Thoughts on the ‘managed sex-work zone’ in Holbeck

Since I first stood to become a Green councillor for Leeds City Council, I’ve frequently been asked about the ‘Managed Zone’ (MZ), which is (to cut a longer story short) one of the UK’s first decriminalised sex-work areas. (If you’re not a local and are wondering what this is all about, check out some of the coverage from the BBC, Vice, the Yorkshire Evening Post or the indefatigable South Leeds Life.)

The zone itself is in Beeston and Holbeck ward, whereas I’m standing for the next-door ward, Hunslet and Riverside. That said, I do go past or through the zone almost every day; I’ve have seen some antics I shouldn’t have had to; and I’ve been involved in some intense discussions about the MZ as a member of my local tenants’ and residents’ committee. So it’s right that people should ask me about it, and me and the Green Party’s lead candidate in this ward, Ed Carlisle, have the following stance on it.

I think we have to start with three facts:

  • People were complaining about outdoor sex-work widely across South Leeds, and certainly in Holbeck, long before the MZ started.
  • The Council seems to have done okay prior to the MZ at moving most Leeds sex-work indoors. Certainly when the MZ began, the women working there were about 40 very troubled women who were in such a bad situation that getting them to work indoors just wasn’t possible.
  • So we have to accept that we can’t just magic outdoor sex-work away. (There’s a rumour you sometimes hear that Ipswich has cracked the problem, and I must find out more about their strategy, but it’s a very different town from Leeds and outdoor sex-work there hasn’t completely gone.)

The bad effects of the MZ for people in and around Holbeck have been dramatic, and created a political momentum that I’ve never seen in this part of town before. Together, we need to use this momentum to create good outcomes for the area.

The Green Party is consistently much more committed than Labour to devolving power down to the lowest possible level, and we’d push for a much more consultative approach to local government. The Council should have consulted much more widely and thoroughly among Holbeck residents and businesses before rolling out the MZ. Better for everyone that people give the Council a hard time before a scheme starts than after. Better consultation would have helped the Council foresee a lot of the problems that have since arisen, e.g.:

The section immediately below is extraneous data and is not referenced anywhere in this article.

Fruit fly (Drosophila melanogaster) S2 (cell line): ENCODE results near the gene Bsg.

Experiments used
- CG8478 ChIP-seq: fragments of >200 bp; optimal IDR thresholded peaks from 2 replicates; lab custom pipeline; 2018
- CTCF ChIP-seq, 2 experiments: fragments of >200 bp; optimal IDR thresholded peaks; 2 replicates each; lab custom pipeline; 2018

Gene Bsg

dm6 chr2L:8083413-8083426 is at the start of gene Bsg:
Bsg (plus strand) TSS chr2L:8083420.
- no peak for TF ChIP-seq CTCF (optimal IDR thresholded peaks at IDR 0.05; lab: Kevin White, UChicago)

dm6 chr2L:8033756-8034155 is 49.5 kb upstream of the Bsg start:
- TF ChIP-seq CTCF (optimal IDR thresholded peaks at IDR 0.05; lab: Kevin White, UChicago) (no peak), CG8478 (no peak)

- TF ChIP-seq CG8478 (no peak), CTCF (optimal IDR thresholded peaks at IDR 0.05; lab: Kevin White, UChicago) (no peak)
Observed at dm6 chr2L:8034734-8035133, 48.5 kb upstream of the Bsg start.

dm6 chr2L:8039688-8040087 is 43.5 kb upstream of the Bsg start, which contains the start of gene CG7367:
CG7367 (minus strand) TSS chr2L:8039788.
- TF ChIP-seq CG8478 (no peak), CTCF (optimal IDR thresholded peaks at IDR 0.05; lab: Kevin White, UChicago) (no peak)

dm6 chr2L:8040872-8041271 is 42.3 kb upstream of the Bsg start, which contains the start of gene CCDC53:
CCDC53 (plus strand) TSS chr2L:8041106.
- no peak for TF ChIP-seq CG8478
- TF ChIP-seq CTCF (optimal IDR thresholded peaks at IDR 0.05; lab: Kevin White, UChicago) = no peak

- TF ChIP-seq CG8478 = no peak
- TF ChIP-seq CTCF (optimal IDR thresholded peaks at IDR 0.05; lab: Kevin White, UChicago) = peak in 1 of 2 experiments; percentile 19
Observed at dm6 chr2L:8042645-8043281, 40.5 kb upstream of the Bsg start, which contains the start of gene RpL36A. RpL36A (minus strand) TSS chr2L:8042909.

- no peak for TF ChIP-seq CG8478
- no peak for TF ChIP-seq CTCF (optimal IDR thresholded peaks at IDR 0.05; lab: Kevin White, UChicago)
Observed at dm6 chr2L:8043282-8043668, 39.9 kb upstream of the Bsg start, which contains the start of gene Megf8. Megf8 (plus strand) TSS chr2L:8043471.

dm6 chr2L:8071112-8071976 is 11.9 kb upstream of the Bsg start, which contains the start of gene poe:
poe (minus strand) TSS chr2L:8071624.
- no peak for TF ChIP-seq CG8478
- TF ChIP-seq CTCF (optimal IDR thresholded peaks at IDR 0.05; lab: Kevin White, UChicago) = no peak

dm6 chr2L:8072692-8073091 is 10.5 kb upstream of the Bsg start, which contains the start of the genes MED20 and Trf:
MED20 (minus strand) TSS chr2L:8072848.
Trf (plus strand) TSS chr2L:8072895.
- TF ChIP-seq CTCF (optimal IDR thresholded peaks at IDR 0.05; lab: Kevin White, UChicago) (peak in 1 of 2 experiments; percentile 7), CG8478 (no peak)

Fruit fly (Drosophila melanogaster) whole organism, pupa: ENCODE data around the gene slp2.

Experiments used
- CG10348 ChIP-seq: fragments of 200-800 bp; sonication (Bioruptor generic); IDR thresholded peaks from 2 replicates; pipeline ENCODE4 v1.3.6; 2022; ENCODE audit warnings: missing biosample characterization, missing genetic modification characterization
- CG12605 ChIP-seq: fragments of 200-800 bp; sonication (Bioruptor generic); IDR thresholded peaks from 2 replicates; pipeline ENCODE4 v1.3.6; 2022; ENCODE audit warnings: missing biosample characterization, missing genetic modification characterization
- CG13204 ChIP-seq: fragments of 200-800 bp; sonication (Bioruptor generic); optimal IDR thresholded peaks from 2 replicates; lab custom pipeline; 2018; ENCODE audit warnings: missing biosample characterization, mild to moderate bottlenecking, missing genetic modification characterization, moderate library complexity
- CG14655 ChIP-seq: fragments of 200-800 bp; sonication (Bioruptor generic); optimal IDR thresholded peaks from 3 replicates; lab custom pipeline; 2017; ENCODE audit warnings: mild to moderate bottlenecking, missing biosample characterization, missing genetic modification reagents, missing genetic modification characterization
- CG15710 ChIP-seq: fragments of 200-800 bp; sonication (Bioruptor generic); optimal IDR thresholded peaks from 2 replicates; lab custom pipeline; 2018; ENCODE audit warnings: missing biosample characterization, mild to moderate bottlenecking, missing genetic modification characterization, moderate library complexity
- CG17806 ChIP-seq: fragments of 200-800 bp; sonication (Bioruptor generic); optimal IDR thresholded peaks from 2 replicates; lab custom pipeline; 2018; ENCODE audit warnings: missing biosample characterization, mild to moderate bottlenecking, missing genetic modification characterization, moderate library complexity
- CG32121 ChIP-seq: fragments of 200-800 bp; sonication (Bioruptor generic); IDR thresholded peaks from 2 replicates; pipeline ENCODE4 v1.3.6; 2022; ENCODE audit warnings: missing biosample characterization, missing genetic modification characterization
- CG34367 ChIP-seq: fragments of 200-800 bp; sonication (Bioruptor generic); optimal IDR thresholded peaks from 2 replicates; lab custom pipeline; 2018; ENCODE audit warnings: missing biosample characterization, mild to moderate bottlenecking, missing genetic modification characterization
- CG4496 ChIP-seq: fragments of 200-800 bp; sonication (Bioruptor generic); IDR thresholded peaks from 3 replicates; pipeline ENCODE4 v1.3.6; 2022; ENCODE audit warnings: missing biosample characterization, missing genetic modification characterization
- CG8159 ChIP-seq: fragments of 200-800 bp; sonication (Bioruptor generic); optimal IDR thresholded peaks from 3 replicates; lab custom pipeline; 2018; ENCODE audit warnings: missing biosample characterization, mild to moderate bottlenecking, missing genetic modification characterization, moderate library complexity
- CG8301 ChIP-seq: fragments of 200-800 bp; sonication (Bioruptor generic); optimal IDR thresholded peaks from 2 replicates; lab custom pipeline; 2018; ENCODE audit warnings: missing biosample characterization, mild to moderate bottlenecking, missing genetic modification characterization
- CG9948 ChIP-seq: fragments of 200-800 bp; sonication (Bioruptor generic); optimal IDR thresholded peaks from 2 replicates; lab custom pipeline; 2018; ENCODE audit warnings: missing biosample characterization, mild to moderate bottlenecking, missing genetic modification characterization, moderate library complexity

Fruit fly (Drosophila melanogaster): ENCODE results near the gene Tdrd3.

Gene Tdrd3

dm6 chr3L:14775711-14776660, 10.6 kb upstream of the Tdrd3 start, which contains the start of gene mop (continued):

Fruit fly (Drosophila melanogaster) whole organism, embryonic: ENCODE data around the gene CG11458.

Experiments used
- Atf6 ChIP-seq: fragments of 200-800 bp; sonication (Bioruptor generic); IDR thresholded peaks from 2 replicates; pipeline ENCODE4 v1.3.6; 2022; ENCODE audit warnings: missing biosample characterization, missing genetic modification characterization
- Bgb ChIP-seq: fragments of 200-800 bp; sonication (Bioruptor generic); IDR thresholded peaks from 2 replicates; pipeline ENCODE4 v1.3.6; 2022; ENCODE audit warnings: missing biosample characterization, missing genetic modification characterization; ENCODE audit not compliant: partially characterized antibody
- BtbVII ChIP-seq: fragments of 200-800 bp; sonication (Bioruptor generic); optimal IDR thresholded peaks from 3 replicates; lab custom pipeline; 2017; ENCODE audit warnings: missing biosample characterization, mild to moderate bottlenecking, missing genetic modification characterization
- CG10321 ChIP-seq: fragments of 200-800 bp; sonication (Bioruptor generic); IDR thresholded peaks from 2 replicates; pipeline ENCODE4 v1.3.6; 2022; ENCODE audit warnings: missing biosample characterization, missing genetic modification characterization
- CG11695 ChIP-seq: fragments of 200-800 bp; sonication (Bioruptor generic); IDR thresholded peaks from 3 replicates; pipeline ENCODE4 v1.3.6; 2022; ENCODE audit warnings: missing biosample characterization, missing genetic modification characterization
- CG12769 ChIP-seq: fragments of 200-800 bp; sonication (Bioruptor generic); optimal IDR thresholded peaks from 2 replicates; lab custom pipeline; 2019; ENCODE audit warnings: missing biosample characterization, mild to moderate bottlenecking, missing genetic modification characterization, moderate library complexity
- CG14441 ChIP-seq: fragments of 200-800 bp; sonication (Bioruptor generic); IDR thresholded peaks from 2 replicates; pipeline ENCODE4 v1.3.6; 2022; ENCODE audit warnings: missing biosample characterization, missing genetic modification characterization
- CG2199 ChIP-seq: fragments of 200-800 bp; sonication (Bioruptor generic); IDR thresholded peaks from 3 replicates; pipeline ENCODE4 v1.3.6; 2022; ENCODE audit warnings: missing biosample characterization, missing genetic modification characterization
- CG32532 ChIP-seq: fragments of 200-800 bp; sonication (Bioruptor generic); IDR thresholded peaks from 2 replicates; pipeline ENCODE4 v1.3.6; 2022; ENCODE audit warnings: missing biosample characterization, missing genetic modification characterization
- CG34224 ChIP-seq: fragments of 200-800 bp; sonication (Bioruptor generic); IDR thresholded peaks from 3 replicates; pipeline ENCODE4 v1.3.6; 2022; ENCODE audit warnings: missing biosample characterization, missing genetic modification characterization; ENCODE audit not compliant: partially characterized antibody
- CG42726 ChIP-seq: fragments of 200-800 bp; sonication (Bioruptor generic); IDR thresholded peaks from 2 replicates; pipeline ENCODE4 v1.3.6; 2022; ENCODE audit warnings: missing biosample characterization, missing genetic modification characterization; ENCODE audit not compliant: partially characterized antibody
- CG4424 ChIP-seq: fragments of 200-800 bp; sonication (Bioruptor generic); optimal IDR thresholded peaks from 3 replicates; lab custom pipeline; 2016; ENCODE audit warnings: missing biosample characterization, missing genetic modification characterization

• The policing and clean-up teams weren’t adequately funded.
  • Media attention might attract extra sex-workers/punters to the area.
  • Putting CCTV cameras in the MZ might encourage the workers to operate outside the MZ.
  • The MZ would expose how mental-health support for the sex workers is inadequate.

But now that the MZ is there, the question is what to do about it. It would be simple to close it and disperse the sex-work back across the ginnels of South Leeds, preventing any single, big group of residents from opposing it, and therefore giving the Holbeck and Beeston councillors a quieter life. But I don’t think anyone wants that.

I would be wrong to say that I have ‘a policy’ to solve the problems, and there are two reasons for that:

  • Solutions need to arise from proper consultation with all parties (Save Our Eyes, other residents’ groups, businesses, the sex-workers, chariites, police, etc.), so there’s no point me declaring from on high some strategy I’ve invented.
  • We need better data: for example, I want reliable information about how far the MZ has attracted extra sex-workers from elsewhere, and how many. I haven’t had time to go through all the data that’s available — though I’d take a fine-toothed comb to it if I was elected. But at the moment, Save Our Eyes don’t trust the police’s data, the police don’t (I believe) have access to Save Our Eyes’s Facebook page, charities helping the women are wary of putting them at risk, so no-one has a full picture. We’ve got to improve this situation!

Overall, then, this is my current pitch for what we (the Greens in Hunslet and Riverside) would offer about the Managed Zone in the ward next to ours (but I’m learning more all the time):

  • We recognise that many people’s lives are being blighted by the managed zone and it needs to change.
  • We’d bring a properly involved, consultative approach to finding better outcomes, by councillors who live in the area and are personally affected by the issues.
  • We argue generally that South Leeds hasn’t been well looked after: this is part of the background to the sex-work issue. We need to make sure the older neighbourhoods next to the planned, redeveloped ‘South Bank’ all benefit from the regeneration and economic stimulus there.
  • We know that money spent preventing/resolving drug addition, and providing better mental-health support in relation to sexual violence, repays itself many times over. We’d push for these longer-term policies.

Finally: this is an issue for another day, but eventually, somehow, Leeds also needs to have a grown-up conversation about drug policy. Drug dealing and abuse is linked to the sex-work problem and is a real blight for many of us here in South Leeds. Everyone who actually lives here recognises that drug use/abuse is far too common for the police to enforce the law. Precisely what we can do about this is harder to say, and the Council can’t change national drugs policy. But a big, serious, open-ended conversation about drugs in this city would be worth having.

Promoted by Alaric Hall, on behalf of Ed Carlisle, Eunice Goncalves, and Alaric Hall, all at 20 Harlech Avenue, Beeston, Leeds LS11 7DT.

About alarichall
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1 Response to Thoughts on the ‘managed sex-work zone’ in Holbeck

  1. Pingback: Why I’m standing to represent Beeston and Holbeck, with the Green Party | alarichall

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